Contributed by Jim Hayes
Sally McManus, the secretary of the Australian Council of Trade Unions has called on the nation’s unions to campaign against three decades of neoliberalism that has caused a lot of damage to workers.
This was a call for action to overcome bad workplace rules and rising inequality, made on Monday, during the opening of a three day union conference in Sydney.
Referring to the I percent at the top, who own more than the 70 percent at the bottom, said “one group of people” had far too much power”. Protection of wages has been so whittled down that the minimum wage no longer keeps people out of poverty. The wages share is now at close to a 50 year low.
McManus suggested that unions need to right hard, be economic “disrupters,” exercising the power to change the situation.
“The rules that were meant to protect our rights are now not strong enough. They need to be rewritten … we need to change the rules so working people have more power,” she said and added that “it has taken the right 30 years of union bashing and neoliberalism to take us where we are now”.
According to the Australian Bureau of Statistics (ABS), the share of gross domestic product (GDP) going to wages fell from 54.2 percent to 55.5 percent, just in the third quarter of last year. The share going to profits rose from 24.5 percent to 27.5 percent over the same period.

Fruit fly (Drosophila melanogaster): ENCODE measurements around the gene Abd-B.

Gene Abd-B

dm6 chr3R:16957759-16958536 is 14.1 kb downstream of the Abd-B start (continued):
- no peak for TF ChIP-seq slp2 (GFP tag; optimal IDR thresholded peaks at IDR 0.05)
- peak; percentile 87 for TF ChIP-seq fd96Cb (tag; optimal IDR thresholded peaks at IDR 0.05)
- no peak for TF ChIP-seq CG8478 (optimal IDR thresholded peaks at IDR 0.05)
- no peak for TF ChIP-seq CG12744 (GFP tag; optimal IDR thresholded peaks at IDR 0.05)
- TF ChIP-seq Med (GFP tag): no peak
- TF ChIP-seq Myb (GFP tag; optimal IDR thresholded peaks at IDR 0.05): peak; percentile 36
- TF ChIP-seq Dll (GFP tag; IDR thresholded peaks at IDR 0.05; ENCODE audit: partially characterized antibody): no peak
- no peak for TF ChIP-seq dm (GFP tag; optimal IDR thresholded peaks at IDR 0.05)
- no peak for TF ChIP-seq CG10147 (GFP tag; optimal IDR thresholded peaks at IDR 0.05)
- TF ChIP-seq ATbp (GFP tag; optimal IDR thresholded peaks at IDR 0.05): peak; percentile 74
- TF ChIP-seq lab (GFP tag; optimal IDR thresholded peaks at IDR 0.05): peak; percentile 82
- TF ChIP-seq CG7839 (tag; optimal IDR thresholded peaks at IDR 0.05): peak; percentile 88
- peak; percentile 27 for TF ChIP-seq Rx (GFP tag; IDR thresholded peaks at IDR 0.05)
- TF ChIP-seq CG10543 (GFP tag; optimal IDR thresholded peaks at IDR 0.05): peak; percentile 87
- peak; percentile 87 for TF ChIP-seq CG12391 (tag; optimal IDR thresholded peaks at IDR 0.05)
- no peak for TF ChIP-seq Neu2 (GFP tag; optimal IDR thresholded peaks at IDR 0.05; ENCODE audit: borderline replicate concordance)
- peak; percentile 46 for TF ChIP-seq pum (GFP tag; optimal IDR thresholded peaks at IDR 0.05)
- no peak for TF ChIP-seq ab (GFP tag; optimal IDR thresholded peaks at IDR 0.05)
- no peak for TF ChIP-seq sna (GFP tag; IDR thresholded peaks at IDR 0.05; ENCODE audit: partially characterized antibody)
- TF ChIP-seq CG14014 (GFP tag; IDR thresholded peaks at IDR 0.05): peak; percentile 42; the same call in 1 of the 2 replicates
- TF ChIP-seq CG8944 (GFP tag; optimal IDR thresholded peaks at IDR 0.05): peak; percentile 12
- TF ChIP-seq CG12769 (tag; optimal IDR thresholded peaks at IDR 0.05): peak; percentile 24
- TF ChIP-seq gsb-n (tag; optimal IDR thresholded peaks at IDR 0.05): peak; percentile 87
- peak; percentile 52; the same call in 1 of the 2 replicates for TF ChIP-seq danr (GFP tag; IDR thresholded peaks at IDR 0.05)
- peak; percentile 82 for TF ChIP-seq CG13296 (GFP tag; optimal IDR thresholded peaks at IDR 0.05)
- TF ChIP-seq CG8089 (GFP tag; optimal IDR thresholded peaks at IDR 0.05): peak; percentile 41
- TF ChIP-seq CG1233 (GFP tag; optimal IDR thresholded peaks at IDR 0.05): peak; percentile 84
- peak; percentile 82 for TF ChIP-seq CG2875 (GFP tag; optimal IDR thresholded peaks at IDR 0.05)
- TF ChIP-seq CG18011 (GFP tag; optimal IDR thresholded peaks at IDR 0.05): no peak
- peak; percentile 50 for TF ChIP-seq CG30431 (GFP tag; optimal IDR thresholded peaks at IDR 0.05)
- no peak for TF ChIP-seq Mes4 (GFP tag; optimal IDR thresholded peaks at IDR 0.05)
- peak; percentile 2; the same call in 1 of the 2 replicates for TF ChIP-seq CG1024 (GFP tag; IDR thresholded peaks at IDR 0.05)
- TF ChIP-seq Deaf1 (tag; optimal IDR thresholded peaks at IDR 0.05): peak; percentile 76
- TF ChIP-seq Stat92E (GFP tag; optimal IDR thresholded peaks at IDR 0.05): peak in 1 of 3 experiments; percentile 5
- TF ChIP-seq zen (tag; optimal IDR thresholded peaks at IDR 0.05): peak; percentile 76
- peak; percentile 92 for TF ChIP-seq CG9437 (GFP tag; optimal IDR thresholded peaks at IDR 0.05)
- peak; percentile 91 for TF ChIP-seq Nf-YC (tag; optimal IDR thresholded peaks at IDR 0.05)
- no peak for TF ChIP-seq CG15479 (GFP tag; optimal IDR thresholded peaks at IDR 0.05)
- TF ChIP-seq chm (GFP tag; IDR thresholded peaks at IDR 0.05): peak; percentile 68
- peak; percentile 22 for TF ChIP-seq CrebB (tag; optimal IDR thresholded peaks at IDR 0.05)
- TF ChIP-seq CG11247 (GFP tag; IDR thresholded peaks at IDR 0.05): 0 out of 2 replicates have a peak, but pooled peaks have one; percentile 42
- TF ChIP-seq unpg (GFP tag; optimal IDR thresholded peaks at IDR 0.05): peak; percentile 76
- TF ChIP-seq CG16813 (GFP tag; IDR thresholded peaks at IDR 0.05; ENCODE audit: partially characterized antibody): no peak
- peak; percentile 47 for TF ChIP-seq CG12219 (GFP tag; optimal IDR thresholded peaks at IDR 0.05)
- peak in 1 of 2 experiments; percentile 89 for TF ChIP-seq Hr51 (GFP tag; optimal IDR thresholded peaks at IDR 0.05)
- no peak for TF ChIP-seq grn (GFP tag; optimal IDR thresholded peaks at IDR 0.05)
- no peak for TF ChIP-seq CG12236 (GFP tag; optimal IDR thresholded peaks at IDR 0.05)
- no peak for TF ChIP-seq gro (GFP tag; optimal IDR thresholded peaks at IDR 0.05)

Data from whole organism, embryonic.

The gap between wages and profit was most marked in the mining and construction industries, with mining accounting for $9 billion of the $13 billion profit increase.
Economic indicators show that the level of economic activity has declined and this suggests that a large part of new profits was at the expense of wages.
According to the Australia Institute, the wages fell to 46.2 percent by June this year and since the 1970’s, it has gone down by around 11 percent.
Sally McManus added that wealth and power had become so unbalanced that 687 corporations paid no tax in the latest financial year and 48 millionaires paid no income tax, not even the Medicare Levy.
She said wealth and power had become “so unbalanced” in Australia that 678 corporations paid no tax in the most recent financial year on record, and 48 millionaires paid no tax, not even the Medicare levy.
“We need to change the rules to make them pay their fair share of tax…We need to change the rules so working people have more power. Surely the answer to the greed of the few is more power for the many,” she said, pointing out that the only way to do this, is to convince more Australians of the importance of a strong union movement.